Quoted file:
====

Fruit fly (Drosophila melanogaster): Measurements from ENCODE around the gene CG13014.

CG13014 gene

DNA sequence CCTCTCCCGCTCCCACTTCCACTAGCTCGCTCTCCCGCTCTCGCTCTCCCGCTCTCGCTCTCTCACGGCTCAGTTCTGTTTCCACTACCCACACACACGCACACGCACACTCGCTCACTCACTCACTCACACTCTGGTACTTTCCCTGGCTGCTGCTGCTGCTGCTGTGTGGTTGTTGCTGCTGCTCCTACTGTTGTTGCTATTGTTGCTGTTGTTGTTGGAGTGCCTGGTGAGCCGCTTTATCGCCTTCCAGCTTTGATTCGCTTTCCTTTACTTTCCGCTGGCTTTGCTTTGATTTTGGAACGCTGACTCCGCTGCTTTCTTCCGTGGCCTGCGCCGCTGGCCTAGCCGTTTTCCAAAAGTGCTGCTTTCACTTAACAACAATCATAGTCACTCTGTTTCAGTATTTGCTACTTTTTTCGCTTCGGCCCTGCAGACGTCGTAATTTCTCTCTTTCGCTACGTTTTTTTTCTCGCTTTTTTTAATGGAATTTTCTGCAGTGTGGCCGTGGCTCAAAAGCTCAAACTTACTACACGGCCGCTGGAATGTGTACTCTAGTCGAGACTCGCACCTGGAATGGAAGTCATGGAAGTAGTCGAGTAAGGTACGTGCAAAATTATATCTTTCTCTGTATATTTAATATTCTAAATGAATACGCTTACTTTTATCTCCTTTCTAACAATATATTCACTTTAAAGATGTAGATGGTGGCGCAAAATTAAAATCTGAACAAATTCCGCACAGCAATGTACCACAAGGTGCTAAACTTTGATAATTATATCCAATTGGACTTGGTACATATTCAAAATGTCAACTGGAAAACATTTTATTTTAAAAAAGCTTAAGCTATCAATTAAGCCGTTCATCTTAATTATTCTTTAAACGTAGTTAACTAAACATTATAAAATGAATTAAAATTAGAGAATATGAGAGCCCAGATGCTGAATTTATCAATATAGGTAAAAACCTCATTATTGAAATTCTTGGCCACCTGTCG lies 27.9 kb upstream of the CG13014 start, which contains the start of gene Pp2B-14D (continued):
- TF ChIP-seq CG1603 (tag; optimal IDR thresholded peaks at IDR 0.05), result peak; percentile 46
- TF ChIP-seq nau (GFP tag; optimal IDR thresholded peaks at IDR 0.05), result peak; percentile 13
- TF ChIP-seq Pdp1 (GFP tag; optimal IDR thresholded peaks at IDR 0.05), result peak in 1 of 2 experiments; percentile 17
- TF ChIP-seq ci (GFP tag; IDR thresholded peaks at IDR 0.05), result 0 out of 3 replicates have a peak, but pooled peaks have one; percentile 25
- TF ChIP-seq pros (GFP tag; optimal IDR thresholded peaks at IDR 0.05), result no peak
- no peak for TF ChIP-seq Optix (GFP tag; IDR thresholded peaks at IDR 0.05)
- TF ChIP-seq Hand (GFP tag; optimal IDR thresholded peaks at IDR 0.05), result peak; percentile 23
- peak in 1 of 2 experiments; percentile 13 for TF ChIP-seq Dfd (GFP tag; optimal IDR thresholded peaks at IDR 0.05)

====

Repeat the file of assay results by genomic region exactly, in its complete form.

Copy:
Fruit fly (Drosophila melanogaster): Measurements from ENCODE around the gene CG13014.

CG13014 gene

DNA sequence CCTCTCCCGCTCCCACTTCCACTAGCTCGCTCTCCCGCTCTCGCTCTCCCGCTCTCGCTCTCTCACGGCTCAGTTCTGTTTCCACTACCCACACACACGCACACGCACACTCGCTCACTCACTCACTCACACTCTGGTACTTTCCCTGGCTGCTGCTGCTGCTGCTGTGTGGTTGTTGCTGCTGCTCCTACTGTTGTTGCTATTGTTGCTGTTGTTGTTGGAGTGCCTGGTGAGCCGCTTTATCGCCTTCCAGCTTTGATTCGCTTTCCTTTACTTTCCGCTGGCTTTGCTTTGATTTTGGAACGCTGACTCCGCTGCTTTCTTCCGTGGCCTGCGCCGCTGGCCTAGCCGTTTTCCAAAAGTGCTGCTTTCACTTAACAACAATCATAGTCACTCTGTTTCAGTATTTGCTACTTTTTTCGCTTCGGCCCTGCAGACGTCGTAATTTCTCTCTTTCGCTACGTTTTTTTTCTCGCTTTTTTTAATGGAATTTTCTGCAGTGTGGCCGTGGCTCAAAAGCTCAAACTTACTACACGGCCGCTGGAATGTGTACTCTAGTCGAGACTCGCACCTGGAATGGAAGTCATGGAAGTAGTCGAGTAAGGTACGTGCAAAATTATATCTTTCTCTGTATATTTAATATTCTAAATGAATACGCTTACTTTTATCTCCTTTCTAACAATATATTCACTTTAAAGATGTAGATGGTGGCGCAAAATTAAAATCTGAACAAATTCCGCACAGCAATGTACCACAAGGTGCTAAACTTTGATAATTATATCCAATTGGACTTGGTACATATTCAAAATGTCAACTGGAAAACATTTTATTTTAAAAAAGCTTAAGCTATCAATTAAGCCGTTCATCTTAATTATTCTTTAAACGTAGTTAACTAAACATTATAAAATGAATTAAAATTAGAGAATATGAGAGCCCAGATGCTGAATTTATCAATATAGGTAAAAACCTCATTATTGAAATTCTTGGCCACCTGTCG lies 27.9 kb upstream of the CG13014 start, which contains the start of gene Pp2B-14D (continued):
- TF ChIP-seq CG1603 (tag; optimal IDR thresholded peaks at IDR 0.05), result peak; percentile 46
- TF ChIP-seq nau (GFP tag; optimal IDR thresholded peaks at IDR 0.05), result peak; percentile 13
- TF ChIP-seq Pdp1 (GFP tag; optimal IDR thresholded peaks at IDR 0.05), result peak in 1 of 2 experiments; percentile 17
- TF ChIP-seq ci (GFP tag; IDR thresholded peaks at IDR 0.05), result 0 out of 3 replicates have a peak, but pooled peaks have one; percentile 25
- TF ChIP-seq pros (GFP tag; optimal IDR thresholded peaks at IDR 0.05), result no peak
- no peak for TF ChIP-seq Optix (GFP tag; IDR thresholded peaks at IDR 0.05)
- TF ChIP-seq Hand (GFP tag; optimal IDR thresholded peaks at IDR 0.05), result peak; percentile 23
- peak in 1 of 2 experiments; percentile 13 for TF ChIP-seq Dfd (GFP tag; optimal IDR thresholded peaks at IDR 0.05)